Do Reverse Osmosis Filters Remove Fluoride?
One solution that many homeowners turn to is reverse osmosis filters.
Do reverse osmosis filters remove fluoride?
The short answer is: yes, reverse osmosis removes around 80-90% of fluoride.
Below, we’re covering how reverse osmosis (RO) removes fluoride from water and we will even touch on just how much fluoride you can expect a RO filter to remove.
How Does Reverse Osmosis Work?
Reverse osmosis filters are one of the most effective means to clean water.
Their reverse osmosis membrane, in conjunction with additional filters, traps any contaminants that are bigger than H2O particles.
So how does RO do it exactly?
The reverse osmosis system works by forcing water through its semi-permeable membrane at high pressure.
Here, it has very small pores that will allow water to slip past but will stop any larger molecules in their tracks. The water that gets trapped in the filter due to contaminants is then purged from the system, leaving only clean and purified water behind.
RO filters continue this process constantly, forcing water into a chamber, then through the reverse osmosis film and sending wastewater out through the drainpipe.
Fluoride is much bigger than water, so it is one of the contaminants that will get removed with wastewater as the reverse osmosis system works.
How Much Fluoride Is Removed Through Reverse Osmosis?
The amount of fluoride removed from water through reverse osmosis will depend on the specific membrane being used, but the results are typically good.
Compared to other filtration systems, this is likely the best rate of removal you’ll get for fluoride.
This is exactly why so many people turn to RO filters when removing fluoride is their ultimate goal.
Does Reverse Osmosis Remove Other Contaminants?
Yes, RO filters get rid of other unwanted contaminants from water.
According to the Encyclopedia of Food Sciences and Nutrition, RO filters are effective at removing as much as 99% of natural contaminants, like viruses and bacteria.
If you need to treat unclean water before you feel safe drinking it, then using reverse osmosis filters would be a great way to do it. Additionally, they can also remove 95% of inorganic compounds like chlorine, lead, sodium chloride, calcium, and magnesium.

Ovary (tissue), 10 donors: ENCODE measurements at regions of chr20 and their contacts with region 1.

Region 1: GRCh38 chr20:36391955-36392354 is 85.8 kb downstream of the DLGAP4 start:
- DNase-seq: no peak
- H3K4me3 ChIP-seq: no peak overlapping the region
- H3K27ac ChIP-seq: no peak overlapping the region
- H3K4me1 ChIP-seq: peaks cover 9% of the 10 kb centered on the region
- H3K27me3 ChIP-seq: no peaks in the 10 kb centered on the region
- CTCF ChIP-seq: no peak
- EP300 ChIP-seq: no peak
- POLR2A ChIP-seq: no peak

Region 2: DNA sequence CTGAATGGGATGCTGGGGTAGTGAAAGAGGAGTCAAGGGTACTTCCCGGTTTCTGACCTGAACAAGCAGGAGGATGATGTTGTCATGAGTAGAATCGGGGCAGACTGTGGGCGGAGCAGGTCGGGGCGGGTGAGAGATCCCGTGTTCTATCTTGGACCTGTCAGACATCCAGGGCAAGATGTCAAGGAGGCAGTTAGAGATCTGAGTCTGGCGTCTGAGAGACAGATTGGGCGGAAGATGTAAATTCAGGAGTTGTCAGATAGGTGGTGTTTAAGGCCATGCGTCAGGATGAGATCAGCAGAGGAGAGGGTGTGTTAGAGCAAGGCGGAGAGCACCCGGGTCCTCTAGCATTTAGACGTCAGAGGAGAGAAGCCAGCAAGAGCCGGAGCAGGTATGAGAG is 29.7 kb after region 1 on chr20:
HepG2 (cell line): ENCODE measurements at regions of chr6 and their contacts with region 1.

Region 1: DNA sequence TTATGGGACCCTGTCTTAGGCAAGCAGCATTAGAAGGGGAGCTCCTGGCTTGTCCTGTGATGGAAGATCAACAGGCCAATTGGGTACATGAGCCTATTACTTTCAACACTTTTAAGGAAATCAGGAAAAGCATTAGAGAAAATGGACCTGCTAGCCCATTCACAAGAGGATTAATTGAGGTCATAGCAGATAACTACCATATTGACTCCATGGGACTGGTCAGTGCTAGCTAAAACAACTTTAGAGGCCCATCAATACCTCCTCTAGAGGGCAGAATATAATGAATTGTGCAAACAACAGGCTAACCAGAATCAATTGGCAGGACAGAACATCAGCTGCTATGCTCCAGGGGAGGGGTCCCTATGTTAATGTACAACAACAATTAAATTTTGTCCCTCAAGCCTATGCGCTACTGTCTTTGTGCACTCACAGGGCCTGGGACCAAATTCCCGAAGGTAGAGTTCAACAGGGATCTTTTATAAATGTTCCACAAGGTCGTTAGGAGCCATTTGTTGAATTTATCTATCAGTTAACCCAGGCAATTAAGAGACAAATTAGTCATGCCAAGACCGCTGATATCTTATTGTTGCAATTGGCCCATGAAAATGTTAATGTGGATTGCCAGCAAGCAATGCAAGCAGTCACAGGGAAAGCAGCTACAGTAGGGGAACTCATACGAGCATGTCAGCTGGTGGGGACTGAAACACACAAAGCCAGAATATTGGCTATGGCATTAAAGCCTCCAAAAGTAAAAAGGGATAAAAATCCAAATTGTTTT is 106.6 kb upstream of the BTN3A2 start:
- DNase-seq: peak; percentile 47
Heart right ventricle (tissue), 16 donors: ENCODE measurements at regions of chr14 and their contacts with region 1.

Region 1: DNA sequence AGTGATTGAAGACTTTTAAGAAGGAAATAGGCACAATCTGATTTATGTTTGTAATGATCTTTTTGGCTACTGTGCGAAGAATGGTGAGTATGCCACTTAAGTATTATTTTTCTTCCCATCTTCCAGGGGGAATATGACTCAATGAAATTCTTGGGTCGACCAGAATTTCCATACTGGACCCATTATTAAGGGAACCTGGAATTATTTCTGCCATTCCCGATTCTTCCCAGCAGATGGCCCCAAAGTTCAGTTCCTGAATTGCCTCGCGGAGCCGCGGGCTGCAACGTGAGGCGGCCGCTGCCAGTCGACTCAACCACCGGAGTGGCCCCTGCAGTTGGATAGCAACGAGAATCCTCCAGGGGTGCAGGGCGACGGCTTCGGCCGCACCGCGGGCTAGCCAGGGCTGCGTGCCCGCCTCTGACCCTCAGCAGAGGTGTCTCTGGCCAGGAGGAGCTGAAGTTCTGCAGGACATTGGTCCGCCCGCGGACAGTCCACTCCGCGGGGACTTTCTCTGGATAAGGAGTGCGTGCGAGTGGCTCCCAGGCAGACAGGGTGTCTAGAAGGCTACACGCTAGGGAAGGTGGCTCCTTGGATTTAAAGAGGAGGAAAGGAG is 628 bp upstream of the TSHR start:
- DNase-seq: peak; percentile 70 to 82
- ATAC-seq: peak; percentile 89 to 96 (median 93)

Reverse osmosis filters work by breaking up the filtration process into multiple stages, with the RO filter being just one of them.
For example, many RO filters also use carbon filters to remove chlorine particles before the water gets to the RO membrane, as these particles can damage the membrane.
Below are just some of the contaminants that reverse osmosis removes:
Protozoa, bacteria, viruses, sodium, chloride, copper, chromium, lead, arsenic, fluoride, radium, sulfate, calcium, magnesium, potassium, nitrate, and phosphorous.
Risks of Reverse Osmosis Filtration
Some filters may last for six months, while others can last a year.
The reverse osmosis membrane itself can last for about two years without needing to be replaced, but you’ll still need to change out the filters that don’t last as long. If you don’t, the system may not work as effectively or may get clogged.
Pricey to Use Over Time
Reverse osmosis filters are incredibly successful at creating clean, drinkable water. Because they’re so effective, you’ll find that these filters are much more expensive than other water filters designed to remove fluoride.
First, you’ll face a higher up-front cost for the filter itself, and then you’ll still need to pay to replace the individual filters throughout each year. This can make purchasing a reverse osmosis filter less accessible to some people.
If you’re concerned with water usage or live in an area where there is a drought, you may not enjoy this wasteful aspect of the filters.
You can try to find RO systems that aren’t quite as wasteful with ratios closer to 2:1 or even 1:1, but you won’t have any luck finding a system that eliminates waste water altogether.
Leaves Drinking Water Without Minerals
Such minerals, when present in water, give it a more neutral, alkaline taste. Without them, you may find that the water tastes a bit acidic. If you find this taste not to your liking, you might prefer adding a remineralizer filter to put these healthy minerals back in for a better flavor.
Picking a Reverse Osmosis Filter
Do I Want an Under-Counter or Countertop Model?
Do I Want to Get Rid of Additional Contaminants As Well?
What Budget am I Working With?
Am I Looking for a Tankless or Tank Version?
Do I Prefer a Specific Maker?
There are tons of great RO filter brands on the market, and we’ve reviewed the best RO systems and brands in our main guide.
If you check our reverse osmosis systems review page you can do your own research to determine which brand may be the best for your home water needs.
If you’re just looking for a fluoride specific filter, check out our fluoride filters review.
Do reverse osmosis filters remove fluoride?
Yes, and quite impressively.
While these filters are more expensive than other fluoride filters on the market, they’re also one of the most effective ways to treat water.
Spend some time looking into the RO filter options on the market, and you’re sure to find one that meets your needs at a price within your budget.